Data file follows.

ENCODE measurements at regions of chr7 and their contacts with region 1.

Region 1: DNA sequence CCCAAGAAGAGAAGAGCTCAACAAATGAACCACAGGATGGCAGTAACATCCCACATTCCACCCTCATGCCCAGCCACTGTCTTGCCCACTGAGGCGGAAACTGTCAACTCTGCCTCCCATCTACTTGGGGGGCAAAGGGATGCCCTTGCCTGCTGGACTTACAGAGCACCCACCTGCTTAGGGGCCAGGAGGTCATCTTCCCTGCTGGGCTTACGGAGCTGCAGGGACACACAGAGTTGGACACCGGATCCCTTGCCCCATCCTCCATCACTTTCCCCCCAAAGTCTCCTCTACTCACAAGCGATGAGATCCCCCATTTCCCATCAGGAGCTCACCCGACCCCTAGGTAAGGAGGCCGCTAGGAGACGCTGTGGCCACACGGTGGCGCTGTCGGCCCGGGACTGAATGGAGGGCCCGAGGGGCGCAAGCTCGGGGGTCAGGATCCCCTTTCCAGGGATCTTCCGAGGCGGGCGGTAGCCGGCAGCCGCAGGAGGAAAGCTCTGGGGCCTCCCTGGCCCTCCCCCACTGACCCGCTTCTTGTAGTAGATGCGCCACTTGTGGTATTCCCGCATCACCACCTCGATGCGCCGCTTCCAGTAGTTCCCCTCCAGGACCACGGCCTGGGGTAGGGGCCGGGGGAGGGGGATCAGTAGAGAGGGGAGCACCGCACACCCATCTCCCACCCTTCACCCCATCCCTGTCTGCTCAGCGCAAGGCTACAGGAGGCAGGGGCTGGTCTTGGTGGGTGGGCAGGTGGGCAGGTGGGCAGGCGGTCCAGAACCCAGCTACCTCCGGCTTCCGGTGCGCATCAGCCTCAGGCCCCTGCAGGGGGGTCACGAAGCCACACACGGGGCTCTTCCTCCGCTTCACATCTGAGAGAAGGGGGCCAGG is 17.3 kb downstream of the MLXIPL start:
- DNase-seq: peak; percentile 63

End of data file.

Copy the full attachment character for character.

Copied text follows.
ENCODE measurements at regions of chr7 and their contacts with region 1.

Region 1: DNA sequence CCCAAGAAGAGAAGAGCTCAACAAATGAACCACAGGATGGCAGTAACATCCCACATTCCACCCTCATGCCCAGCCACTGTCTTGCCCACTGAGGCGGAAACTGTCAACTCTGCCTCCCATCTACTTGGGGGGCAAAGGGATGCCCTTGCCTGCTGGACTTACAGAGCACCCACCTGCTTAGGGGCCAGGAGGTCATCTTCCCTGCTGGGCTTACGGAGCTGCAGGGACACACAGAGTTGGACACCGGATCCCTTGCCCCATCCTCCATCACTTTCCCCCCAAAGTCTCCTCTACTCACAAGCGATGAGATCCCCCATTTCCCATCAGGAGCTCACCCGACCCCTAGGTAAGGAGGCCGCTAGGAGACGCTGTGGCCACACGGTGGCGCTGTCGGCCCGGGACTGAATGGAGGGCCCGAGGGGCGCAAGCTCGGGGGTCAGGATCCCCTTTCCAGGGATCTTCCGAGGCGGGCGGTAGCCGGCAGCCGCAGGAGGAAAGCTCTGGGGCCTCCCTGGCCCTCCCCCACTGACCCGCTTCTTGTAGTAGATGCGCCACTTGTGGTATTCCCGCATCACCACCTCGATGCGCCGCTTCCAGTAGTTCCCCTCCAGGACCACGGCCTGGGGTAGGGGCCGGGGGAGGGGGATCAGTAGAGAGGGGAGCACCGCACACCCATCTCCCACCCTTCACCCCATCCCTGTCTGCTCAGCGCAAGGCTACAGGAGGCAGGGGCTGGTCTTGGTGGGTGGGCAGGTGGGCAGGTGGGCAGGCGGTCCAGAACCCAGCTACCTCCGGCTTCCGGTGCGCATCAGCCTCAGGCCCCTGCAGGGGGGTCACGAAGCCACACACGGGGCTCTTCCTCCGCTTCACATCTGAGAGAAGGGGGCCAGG is 17.3 kb downstream of the MLXIPL start:
- DNase-seq: peak; percentile 63